Version-string schemes for the Java SE Platform and the JDK

Remi Forax forax at
Sun Oct 22 18:24:37 UTC 2017

Yes, i was thinking exactly the same things reading the comments on this thread,
2018.3 is the distribution version, a position on the time axis while 10.0.0 is the internal version, a position on the compatibility axis (following JEP 223).

Not only SQL Server works that way, Windows also works that way and if we take a look to the past, jJva release where defined by there nickname (kestrel, tiger, mustang) [1] and not only by the 3-dots version not so long ago.


----- Mail original -----
> De: "Dave Franken" <dwfranken at>
> À: "Robert Scholte" <rfscholte at>
> Cc: jdk-dev at
> Envoyé: Dimanche 22 Octobre 2017 19:15:08
> Objet: Re: Version-string schemes for the Java SE Platform and the JDK

> How about using a separate version number for internal and public usage?
> Internally, we can keep things semantic based on a more logical numbering
> starting with the current version, so just 9, 10 etc based on whatever is
> in the release.
> Publically we can use whatever we want, such as I think it's
> important to show the difference between LTS and non LTS, so I would just
> use yyyy for the LTS versions and yyyy.update for intermediate non LTS
> versions.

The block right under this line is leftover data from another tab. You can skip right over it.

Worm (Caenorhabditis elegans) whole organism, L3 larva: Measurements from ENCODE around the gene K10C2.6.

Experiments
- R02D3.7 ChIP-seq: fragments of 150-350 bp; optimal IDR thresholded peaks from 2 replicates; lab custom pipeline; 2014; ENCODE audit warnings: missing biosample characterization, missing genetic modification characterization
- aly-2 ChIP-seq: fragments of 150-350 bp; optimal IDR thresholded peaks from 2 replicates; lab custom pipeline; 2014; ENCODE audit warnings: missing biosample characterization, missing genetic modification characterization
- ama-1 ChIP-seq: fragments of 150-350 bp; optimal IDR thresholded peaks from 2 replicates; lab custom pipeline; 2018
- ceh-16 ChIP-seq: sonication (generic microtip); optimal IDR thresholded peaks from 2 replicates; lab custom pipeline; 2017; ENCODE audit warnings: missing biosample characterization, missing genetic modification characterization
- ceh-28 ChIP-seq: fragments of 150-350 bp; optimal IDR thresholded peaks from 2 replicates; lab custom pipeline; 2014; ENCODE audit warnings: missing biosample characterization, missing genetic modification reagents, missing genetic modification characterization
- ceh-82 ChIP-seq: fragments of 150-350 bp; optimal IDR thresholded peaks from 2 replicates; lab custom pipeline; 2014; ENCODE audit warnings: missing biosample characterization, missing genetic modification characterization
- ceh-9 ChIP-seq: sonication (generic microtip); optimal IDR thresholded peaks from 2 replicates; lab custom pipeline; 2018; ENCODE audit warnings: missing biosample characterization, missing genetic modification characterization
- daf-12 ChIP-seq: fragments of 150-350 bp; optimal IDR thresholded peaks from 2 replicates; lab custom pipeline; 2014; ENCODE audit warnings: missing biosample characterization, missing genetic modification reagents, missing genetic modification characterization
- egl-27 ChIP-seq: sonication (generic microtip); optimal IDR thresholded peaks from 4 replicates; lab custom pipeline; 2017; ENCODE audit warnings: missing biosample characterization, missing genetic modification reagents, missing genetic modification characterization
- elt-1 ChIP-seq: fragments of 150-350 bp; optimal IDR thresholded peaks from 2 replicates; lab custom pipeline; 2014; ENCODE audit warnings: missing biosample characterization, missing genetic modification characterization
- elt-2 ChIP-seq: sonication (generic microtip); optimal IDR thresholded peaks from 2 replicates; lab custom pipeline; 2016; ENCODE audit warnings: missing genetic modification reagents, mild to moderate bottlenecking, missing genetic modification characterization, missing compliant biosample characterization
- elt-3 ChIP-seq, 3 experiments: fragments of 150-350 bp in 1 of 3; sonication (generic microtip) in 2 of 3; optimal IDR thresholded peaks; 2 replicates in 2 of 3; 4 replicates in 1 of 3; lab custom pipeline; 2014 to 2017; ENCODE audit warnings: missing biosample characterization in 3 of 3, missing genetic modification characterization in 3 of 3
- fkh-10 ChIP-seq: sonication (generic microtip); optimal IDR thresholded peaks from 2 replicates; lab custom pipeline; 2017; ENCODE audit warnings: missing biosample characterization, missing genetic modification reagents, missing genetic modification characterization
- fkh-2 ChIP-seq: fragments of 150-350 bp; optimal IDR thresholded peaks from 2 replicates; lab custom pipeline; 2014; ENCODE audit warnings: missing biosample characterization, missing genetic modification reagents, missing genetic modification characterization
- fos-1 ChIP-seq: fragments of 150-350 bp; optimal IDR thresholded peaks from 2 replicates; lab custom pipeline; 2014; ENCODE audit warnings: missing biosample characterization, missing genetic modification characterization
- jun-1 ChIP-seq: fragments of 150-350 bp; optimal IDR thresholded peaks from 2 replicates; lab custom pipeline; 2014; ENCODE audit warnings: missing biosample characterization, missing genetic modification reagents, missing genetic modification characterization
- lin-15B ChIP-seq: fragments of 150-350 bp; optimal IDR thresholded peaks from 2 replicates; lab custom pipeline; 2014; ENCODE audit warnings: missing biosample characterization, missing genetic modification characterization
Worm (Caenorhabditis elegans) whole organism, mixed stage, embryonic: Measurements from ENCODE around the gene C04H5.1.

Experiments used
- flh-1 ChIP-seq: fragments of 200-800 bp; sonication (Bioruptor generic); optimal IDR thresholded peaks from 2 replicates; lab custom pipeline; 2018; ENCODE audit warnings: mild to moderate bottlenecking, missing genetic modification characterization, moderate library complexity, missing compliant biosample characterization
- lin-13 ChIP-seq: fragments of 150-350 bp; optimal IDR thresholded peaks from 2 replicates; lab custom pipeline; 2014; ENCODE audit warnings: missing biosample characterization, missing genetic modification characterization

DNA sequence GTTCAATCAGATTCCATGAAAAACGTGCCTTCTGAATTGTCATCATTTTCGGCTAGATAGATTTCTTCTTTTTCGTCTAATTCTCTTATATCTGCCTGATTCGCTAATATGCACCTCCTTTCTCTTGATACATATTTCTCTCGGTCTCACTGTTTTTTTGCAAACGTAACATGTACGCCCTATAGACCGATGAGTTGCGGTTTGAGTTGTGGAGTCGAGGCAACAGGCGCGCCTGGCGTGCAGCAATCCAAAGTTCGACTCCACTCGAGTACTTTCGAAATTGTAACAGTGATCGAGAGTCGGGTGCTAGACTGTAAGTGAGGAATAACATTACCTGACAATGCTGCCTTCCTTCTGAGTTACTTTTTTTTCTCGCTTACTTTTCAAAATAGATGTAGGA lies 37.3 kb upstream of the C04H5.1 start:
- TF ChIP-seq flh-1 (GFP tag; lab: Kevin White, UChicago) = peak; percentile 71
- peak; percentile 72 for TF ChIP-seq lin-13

> SQL Server does this where SQL Server 2012 is 13.0 internally or something
> like that. And then you get R2 for an updated version.
> Windows also always had a different internal and public version number.
> Kind regards,
> Dave Franken
> Op 22 okt. 2017 15:50 schreef "Robert Scholte" <rfscholte at>:
> - Are there additional pros and cons to the alternatives listed above?
> The usage of yy cons is that in case we want another version scheme in the
> future (e.g. back to SemVer-like scheme) we will be block once we reach
> version 17. We should not assume that this will be the final switch of the
> versioning scheme. JEP223 only being applied for Java 9  is a good example.
> Assuming the year will be part of the scheme, I would advice to use yyyy as
> the *official* version. That should give us enough room to do version
> comparison by recognizing the first segment as a year instead of a major
> version. (18.x also looks like a semver, which should be avoided)
> Another con is that it is quite hard to recognize the LTS. I would prefer
> to have X.<LATEST> to be the LTS. That would imply that you could continue
> with the MM in the scheme. Assuming the version will start with the year,
> it might look like this:
>                               (D)
>    GA (March 2018)            2018.03
>    First update (April)       2018.03.1
>    Second update (July)       2018.03.4
>    GA (September 2018)        2018.09
>    First update (October)     2018.09.1
>    Second update (January)    2018.09.4
>    GA (March 2019)            2018.15      (LTS)
>    First update (April)       2018.15.1
>    Second update (July)       2018.15.4
>    GA (September 2019)        2019.09
>    First update (October)     2019.09.1
>    Second update (January)    2019.09.4
> I'm also worried about the version as passed to different jdktools, like
> source/target/release. Its value is easy to link with a certain Java
> version and there are no gaps. Switching the a year-based version scheme
> would either lead to gaps or to an alias that doesn't match the Java
> Version (e.g. 10 for 18.3)
> thanks,
> Robert

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